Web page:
What You Should Know This Week

Ed-Tech and Accessibility. Each week, Educating Modern Learners picks one interesting current event – whether it’s news about education, technology, politics, business, science, or culture – and helps put it in context for school leaders, explaining why the news matters and how it might affect teaching and learning (in the short or in the long run). This week (the week of May 11, 2015), Audrey Watters looks at a lawsuit, joined this week by the US Justice Department, that claims that the education technology used by Miami University in Ohio is inaccessible to disabled students.

Aleeha Dudley, who is blind, filed a lawsuit in January 2014 against Miami University, alleging that the school violated Title II of the Americans with Disabilities Act as the education technology it utilizes, including its own website, are inaccessible.

This week, the Justice Department joined Dudley’s suit, following an investigation of the school which concluded that it had indeed violated the ADA. For its part, Miami University denies the allegations.

As Inside Higher Ed notes,

Miami is the latest university to draw scrutiny from the federal government over its use of technology in the classroom. In 2013, the department reached a settlement with Louisiana Tech University over an issue that also involved students with vision impairments. Last month, the department settled a case with massive open online course provider edX, which committed to making its platform accessible to users with disabilities.

While the list of colleges and universities finding themselves in legal trouble over accessibility issues continues to grow, advocates for students with disabilities said they continue to wonder how many examples are needed before it becomes a high-priority issue in higher education.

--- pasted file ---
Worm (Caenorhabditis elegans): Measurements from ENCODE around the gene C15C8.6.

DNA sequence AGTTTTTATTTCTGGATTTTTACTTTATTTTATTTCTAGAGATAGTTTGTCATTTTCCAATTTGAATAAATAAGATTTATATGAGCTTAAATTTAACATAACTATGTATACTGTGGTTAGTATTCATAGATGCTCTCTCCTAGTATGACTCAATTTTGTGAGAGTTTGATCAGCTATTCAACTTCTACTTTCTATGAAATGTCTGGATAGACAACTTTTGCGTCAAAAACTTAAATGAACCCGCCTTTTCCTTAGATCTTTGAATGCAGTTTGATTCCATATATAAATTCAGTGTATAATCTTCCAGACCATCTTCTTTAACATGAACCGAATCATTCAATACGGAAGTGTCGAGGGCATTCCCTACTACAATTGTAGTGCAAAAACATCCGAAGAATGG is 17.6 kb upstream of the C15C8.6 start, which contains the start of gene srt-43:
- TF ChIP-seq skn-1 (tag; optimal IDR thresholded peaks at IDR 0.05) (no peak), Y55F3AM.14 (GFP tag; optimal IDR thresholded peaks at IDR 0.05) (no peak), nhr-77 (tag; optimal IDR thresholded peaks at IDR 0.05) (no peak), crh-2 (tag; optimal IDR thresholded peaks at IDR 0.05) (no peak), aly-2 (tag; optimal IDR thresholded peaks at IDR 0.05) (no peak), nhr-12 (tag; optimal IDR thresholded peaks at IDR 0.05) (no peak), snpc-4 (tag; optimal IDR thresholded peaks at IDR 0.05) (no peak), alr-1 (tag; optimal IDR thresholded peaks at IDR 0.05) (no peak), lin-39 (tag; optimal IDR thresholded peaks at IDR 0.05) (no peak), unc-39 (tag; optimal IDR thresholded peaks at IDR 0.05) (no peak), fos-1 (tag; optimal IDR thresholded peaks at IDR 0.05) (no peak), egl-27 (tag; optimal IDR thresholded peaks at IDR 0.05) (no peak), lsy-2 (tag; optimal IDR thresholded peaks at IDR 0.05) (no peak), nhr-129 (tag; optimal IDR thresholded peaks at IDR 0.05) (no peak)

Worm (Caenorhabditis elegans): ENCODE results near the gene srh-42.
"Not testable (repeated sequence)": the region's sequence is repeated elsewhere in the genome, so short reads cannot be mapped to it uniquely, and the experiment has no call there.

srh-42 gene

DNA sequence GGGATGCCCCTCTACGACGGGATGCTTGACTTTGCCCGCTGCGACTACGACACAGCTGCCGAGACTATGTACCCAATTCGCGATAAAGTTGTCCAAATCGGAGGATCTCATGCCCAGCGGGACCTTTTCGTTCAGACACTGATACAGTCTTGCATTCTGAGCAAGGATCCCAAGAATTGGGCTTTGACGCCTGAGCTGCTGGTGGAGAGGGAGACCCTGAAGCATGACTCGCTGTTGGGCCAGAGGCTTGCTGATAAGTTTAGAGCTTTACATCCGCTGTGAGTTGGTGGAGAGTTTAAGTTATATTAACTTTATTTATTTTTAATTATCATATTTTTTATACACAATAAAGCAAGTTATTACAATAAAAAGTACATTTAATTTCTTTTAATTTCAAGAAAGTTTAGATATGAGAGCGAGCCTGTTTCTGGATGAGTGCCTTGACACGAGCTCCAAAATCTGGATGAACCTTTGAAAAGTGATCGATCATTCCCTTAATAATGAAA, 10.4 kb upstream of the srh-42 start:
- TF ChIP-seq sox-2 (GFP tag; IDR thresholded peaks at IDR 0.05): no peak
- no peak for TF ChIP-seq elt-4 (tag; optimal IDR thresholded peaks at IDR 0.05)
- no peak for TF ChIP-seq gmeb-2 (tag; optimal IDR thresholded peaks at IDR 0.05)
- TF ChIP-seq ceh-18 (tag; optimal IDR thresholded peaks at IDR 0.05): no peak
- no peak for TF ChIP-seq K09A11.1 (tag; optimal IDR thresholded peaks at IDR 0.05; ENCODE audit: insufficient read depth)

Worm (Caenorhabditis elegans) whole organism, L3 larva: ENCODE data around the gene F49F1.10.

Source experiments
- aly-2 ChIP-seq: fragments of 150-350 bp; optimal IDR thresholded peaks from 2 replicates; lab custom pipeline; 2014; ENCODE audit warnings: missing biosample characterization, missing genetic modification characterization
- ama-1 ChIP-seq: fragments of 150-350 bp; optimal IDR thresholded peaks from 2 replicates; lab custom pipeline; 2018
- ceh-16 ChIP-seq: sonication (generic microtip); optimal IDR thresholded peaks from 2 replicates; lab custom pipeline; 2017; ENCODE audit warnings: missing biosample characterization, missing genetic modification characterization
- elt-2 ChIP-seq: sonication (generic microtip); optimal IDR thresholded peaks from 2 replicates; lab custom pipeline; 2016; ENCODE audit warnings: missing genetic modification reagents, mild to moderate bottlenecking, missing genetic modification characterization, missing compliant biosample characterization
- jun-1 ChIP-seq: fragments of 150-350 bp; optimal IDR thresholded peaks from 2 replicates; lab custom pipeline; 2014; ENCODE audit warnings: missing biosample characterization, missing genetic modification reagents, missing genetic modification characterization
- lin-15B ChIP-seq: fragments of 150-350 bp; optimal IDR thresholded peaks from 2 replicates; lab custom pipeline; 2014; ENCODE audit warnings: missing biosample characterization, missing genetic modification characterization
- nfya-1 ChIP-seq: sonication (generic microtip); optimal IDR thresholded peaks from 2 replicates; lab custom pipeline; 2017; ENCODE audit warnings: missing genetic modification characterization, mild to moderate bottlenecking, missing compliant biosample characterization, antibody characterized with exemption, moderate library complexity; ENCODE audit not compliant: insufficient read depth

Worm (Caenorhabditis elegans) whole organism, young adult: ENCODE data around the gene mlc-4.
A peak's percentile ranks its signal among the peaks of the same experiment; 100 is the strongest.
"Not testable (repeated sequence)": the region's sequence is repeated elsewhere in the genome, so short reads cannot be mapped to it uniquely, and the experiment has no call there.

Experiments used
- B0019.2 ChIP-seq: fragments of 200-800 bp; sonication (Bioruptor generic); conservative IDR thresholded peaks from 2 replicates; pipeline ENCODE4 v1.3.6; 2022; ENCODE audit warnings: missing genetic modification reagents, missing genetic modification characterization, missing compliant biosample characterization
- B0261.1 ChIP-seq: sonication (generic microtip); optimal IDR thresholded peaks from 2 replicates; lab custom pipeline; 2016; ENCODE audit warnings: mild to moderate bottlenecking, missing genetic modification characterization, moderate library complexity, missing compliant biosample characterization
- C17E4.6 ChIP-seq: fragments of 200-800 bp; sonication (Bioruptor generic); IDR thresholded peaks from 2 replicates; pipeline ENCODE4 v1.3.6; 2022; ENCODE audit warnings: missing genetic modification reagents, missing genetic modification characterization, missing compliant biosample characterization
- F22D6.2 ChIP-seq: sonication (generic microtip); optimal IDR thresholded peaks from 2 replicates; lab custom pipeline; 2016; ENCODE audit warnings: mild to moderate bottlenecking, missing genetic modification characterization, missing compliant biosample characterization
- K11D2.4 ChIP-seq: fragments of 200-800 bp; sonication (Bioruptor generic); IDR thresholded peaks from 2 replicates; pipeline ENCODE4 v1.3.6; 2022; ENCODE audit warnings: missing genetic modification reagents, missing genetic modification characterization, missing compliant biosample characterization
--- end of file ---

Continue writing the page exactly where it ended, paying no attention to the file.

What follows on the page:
Education technology consultant Phil Hill describes the lawsuit as “a major escalation,” and adds “just ask the for-profit industry how big an effect DOJ intervention can be.”

Among the software listed in the lawsuit as being inaccessible to Miami U students with disabilities:

  • the university’s website and course websites
  • Vimeo and YouTube
  • Google Docs
  • TurnItIn
  • LearnSmart
  • WebAssign
  • Pearson’s MyStatLab
  • Vista Higher Learning
  • Sapling
  • PowerPoint
  • “clickers”
  • digital textbooks

Dudley’s lawsuit contends that the university’s failure to address her needs, along with its selection of these programs, “gratuitously exclude[d]” her from equal access to accessible course materials. As a result, her grades suffered. According to her complaint,

When Miami University has converted physical books and documents into digital formats for students who require such conversion because of their disabilities, it has repeatedly failed to do so in a timely manner. And Miami University has repeatedly provided these students with digitally-converted materials that are inaccessible when used with assistive technologies. This has made the books and documents either completely unusable, or very difficult to use, for the students with these disabilities.

Title II of the ADA requires that public institutions, like Miami University, provide equal access to students with disabilities, but as Dudley’s lawsuit details, this simply is not happening, particularly as schools move to adopt new technologies.

According to attorney Daniel Goldstein, schools need to start demanding that vendors make their products accessible. “Accessibility becomes a competitive edge once there’s a tipping point of enough schools saying, ‘excuse me, but is your software accessible?’” Goldstein tells Inside Higher Ed. “To get this fixed, it’s going to need college and university presidents saying this matters.”

The problem extends to elementary and secondary schools as well. How accessible are the tools you’re asking students use?

Image credits: Ralph Aichinger

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